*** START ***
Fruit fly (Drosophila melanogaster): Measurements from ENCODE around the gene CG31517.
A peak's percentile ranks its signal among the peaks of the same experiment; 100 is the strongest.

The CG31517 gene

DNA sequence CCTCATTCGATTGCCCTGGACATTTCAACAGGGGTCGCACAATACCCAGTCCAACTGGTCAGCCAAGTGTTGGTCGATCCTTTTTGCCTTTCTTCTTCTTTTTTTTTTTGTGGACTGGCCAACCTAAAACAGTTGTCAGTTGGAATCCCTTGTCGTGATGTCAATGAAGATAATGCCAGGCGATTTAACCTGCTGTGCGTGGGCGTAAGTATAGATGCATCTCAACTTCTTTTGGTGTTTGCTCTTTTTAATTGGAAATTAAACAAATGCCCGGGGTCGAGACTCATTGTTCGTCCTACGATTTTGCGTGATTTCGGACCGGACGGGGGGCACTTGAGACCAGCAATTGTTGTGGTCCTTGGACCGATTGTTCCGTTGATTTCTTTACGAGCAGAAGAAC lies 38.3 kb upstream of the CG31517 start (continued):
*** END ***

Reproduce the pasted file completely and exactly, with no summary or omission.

Fruit fly (Drosophila melanogaster): Measurements from ENCODE around the gene CG31517.
A peak's percentile ranks its signal among the peaks of the same experiment; 100 is the strongest.

The CG31517 gene

DNA sequence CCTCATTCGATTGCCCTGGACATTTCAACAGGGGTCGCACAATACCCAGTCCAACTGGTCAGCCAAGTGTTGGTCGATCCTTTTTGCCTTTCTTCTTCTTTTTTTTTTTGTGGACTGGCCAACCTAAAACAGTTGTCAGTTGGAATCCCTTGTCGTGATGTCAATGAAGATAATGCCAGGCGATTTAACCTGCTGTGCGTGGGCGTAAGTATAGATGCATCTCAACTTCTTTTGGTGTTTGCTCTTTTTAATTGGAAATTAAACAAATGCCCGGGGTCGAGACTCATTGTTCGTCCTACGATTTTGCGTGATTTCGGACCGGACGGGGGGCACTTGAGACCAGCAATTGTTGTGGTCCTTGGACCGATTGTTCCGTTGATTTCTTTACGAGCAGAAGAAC lies 38.3 kb upstream of the CG31517 start (continued):